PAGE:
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My Two-Wheeler

My Two-Wheeler

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“A Clean Shot”

You’ve heard about the fastest gun in the west.  Here’s the story of the slowest gun in the world, a gun that took 214 years to fire.

On the afternoon of May 11, 1745, a French soldier was loading his musket in the closing moments of the Battle of Fontenoy.  Before he had time to fire again, the battle ended.  The French had defeated the British, and the relieved soldier shouldered his musket and returned home.

With the musket packed away, years passed. Over two centuries later, the gun was discovered.  A gunsmith in Nimes, France, was commissioned by a collector to remove the rust and restore the weapon to its original condition.  He evaluated the gun and began gently sanding the firing mechanism and cleaning the top aperture for the flint.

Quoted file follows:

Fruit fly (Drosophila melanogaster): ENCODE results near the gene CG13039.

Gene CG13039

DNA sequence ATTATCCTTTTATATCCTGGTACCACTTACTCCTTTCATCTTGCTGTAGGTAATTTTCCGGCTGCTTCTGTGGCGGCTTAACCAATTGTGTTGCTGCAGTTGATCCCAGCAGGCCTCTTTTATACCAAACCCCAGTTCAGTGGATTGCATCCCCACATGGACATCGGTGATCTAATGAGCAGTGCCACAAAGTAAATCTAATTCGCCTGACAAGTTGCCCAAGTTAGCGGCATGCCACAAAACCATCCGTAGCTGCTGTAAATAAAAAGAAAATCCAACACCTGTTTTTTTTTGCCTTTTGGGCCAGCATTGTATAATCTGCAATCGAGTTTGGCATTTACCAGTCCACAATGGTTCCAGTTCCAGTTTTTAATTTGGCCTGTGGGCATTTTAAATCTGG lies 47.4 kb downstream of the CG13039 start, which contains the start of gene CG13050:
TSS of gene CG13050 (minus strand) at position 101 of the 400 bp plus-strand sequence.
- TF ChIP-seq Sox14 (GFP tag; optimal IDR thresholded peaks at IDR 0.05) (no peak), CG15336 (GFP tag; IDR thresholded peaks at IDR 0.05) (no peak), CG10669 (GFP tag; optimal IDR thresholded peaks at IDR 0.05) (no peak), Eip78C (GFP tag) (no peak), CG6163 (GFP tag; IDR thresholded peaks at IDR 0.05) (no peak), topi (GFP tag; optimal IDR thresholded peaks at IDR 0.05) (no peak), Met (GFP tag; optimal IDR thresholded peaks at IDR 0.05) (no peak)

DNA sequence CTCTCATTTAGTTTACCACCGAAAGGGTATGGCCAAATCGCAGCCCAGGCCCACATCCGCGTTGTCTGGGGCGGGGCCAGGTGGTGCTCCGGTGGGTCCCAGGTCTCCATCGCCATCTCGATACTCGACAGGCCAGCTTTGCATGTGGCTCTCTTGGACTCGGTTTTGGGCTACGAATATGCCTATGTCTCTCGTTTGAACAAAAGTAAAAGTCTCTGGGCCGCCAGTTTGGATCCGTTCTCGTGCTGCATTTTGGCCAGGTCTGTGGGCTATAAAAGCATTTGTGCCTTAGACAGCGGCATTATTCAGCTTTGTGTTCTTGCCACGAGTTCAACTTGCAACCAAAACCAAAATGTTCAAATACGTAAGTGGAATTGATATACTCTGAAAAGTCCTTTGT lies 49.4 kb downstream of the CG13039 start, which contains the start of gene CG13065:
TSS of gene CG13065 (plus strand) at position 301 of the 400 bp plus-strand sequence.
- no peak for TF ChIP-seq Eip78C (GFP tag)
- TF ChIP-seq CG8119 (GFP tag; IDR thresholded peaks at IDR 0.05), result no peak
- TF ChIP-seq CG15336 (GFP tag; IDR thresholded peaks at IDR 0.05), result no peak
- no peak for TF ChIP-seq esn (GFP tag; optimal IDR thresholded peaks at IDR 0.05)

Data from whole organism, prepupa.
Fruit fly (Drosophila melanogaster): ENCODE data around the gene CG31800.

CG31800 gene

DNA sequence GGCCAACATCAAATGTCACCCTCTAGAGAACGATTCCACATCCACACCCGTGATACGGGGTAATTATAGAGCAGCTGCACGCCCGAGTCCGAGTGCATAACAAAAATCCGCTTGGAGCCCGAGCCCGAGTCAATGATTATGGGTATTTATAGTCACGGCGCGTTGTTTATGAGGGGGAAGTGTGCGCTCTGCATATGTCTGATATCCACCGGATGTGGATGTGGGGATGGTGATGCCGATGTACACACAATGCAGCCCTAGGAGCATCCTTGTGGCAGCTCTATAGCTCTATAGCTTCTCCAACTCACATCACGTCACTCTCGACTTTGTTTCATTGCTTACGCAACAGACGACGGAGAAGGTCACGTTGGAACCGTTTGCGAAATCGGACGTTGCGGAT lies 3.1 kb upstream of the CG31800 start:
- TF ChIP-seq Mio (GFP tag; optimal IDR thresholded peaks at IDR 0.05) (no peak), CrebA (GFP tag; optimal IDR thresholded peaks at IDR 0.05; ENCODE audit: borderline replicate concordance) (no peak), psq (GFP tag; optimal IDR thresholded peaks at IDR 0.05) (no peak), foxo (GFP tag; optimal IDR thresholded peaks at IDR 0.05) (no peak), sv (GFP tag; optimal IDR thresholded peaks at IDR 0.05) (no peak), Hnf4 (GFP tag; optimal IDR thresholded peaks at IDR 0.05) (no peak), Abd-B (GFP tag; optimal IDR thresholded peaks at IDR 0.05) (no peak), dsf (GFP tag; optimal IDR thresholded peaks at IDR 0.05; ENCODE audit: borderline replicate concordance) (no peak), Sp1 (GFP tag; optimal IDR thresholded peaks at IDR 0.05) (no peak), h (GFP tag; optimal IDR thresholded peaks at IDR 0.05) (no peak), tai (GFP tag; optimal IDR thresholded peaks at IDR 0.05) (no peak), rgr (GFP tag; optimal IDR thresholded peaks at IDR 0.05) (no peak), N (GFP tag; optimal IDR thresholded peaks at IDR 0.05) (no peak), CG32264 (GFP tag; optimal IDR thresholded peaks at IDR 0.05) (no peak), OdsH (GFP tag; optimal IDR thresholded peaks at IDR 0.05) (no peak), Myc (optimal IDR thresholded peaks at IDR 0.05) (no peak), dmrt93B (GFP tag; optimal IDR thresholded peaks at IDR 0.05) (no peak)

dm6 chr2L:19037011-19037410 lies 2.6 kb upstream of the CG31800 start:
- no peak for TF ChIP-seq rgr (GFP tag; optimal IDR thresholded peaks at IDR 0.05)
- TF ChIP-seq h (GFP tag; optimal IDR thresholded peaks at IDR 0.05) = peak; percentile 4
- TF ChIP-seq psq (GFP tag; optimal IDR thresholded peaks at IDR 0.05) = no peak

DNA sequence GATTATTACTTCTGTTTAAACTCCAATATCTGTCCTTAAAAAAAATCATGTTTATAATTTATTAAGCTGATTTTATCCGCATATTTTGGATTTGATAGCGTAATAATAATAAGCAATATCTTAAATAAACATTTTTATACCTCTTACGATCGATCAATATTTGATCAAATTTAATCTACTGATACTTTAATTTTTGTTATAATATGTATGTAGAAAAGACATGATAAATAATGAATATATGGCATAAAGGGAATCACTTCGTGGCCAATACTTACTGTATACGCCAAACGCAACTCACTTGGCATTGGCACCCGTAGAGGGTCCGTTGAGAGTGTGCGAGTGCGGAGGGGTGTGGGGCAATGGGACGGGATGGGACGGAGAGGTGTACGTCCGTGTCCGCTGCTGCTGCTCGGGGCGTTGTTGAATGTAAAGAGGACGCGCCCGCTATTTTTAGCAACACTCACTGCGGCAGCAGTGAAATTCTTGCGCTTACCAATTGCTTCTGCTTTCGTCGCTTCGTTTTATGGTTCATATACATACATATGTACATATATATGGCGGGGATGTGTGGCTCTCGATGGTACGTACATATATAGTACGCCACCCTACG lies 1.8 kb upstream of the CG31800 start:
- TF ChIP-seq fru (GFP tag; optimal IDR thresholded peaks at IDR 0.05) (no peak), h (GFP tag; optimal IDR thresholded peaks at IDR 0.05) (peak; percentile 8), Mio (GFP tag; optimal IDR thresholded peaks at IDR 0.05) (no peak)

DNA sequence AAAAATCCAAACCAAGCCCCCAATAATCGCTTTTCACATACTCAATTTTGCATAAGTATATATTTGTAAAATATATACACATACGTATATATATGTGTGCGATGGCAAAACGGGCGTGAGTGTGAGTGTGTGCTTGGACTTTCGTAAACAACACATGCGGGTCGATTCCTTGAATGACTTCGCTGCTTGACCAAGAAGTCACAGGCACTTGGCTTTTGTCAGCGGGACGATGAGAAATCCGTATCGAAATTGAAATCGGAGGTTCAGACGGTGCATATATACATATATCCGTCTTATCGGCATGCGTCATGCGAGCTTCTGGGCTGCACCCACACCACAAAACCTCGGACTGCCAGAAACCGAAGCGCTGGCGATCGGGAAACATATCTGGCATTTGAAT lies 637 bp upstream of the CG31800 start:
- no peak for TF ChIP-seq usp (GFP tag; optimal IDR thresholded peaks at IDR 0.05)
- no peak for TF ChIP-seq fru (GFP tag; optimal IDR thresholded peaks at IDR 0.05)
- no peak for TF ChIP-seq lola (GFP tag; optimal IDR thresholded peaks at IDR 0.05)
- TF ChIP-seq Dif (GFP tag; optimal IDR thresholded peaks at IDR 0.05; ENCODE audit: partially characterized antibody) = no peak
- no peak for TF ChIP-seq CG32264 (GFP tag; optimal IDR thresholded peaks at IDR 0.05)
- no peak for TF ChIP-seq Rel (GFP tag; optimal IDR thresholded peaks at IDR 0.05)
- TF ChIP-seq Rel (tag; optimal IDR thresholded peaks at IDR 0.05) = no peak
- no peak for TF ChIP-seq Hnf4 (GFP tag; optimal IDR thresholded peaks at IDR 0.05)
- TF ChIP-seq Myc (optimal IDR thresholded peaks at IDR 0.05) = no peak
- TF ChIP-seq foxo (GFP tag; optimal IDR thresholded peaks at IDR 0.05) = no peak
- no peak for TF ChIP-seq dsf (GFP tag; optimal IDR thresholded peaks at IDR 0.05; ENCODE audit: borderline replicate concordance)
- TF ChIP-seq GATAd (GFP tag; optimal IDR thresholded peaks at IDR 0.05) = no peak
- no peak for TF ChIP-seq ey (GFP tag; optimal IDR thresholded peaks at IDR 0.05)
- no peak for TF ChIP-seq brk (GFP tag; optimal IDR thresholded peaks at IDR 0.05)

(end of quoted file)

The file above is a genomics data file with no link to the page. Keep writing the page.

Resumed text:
But as he tried to free the corroded trigger, it suddenly moved all the way, releasing a flash of flame and smoke, narrowly missing the gunsmith’s wife in the next room. After 214 years, the slowest gun in the world had fired.  No one would expect an antique gun to be loaded with powder and shot, but this one was.

Many of the things we do on the job can be unexpectedly dangerous.  That’s why good housekeeping is so important to help reduce risk.

Put trash in its place.  Clutter in your work area gets in the way, causes frustration and distracts you from your job—and from safety.  Why put up with it? Dispose of trash and clutter, and stay safe.

Keep aisles and walkways clear.  Trash and clutter that obstruct walkways cause slip and fall accidents, which you can and should prevent.

Wipe up spills and shavings.  Grease and oil make surfaces dangerously slick.  Metal, wood and other shavings can cause accidents and injuries.  Clean these substances up as you work.

Store materials securely.  Keep paints, chemicals and other materials neat and organized.

Return tools to their proper place.  Not only is it safer to put tools back after you use them, you’ll work more efficiently too.

*Copyright 2010 Harkins Safety